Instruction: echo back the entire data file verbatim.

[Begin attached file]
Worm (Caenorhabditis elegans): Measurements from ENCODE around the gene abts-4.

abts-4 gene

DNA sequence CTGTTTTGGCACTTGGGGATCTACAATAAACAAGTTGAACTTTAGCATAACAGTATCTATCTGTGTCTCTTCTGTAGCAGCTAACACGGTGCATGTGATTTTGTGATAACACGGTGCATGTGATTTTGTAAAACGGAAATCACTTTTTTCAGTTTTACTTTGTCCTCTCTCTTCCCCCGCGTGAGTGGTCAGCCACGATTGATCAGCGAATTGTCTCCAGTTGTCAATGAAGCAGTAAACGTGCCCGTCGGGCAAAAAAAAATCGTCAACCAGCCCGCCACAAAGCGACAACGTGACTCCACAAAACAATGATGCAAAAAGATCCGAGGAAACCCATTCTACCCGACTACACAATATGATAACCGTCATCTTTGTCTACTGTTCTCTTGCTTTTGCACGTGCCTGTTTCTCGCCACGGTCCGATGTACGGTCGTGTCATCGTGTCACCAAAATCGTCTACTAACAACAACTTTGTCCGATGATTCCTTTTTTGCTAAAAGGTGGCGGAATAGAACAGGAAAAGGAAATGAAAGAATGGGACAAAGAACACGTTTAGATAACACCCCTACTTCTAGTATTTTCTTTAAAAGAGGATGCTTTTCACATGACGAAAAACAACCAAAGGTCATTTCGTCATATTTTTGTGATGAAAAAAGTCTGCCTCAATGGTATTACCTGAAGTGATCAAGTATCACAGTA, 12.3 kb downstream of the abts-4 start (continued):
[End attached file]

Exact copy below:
Worm (Caenorhabditis elegans): Measurements from ENCODE around the gene abts-4.

abts-4 gene

DNA sequence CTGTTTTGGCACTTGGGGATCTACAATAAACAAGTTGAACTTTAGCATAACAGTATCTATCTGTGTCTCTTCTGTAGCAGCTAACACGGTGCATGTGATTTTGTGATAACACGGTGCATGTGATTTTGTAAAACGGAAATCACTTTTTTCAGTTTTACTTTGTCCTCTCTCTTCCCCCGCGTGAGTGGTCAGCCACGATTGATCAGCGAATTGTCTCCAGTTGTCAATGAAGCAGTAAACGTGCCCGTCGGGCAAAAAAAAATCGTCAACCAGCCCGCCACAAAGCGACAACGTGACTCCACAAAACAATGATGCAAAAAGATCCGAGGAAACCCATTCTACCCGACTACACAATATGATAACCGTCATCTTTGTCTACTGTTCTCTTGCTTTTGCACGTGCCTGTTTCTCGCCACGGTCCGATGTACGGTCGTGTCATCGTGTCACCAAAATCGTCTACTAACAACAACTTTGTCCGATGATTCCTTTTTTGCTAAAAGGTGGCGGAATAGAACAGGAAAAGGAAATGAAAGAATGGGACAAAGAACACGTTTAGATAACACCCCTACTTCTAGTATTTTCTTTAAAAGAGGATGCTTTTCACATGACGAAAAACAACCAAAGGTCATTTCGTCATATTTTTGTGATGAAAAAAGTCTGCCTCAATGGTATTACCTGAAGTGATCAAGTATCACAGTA, 12.3 kb downstream of the abts-4 start (continued):